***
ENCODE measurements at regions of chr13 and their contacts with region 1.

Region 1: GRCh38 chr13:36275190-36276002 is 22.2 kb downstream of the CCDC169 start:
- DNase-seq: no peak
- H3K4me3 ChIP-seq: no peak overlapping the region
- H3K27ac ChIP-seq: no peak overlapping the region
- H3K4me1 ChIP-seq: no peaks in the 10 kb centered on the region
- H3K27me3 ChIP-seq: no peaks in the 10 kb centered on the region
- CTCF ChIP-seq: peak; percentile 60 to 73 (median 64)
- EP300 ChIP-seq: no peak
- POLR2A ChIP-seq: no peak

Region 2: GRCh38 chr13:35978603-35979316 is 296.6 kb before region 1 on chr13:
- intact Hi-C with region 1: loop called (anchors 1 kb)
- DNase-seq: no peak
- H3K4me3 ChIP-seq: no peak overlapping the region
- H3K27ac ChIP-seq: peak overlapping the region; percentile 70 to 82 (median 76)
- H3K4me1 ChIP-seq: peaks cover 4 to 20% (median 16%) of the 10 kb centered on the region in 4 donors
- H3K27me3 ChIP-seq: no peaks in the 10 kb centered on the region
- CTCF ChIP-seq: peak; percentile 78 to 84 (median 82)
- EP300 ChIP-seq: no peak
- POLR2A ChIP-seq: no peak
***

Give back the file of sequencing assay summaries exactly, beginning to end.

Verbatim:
ENCODE measurements at regions of chr13 and their contacts with region 1.

Region 1: GRCh38 chr13:36275190-36276002 is 22.2 kb downstream of the CCDC169 start:
- DNase-seq: no peak
- H3K4me3 ChIP-seq: no peak overlapping the region
- H3K27ac ChIP-seq: no peak overlapping the region
- H3K4me1 ChIP-seq: no peaks in the 10 kb centered on the region
- H3K27me3 ChIP-seq: no peaks in the 10 kb centered on the region
- CTCF ChIP-seq: peak; percentile 60 to 73 (median 64)
- EP300 ChIP-seq: no peak
- POLR2A ChIP-seq: no peak

Region 2: GRCh38 chr13:35978603-35979316 is 296.6 kb before region 1 on chr13:
- intact Hi-C with region 1: loop called (anchors 1 kb)
- DNase-seq: no peak
- H3K4me3 ChIP-seq: no peak overlapping the region
- H3K27ac ChIP-seq: peak overlapping the region; percentile 70 to 82 (median 76)
- H3K4me1 ChIP-seq: peaks cover 4 to 20% (median 16%) of the 10 kb centered on the region in 4 donors
- H3K27me3 ChIP-seq: no peaks in the 10 kb centered on the region
- CTCF ChIP-seq: peak; percentile 78 to 84 (median 82)
- EP300 ChIP-seq: no peak
- POLR2A ChIP-seq: no peak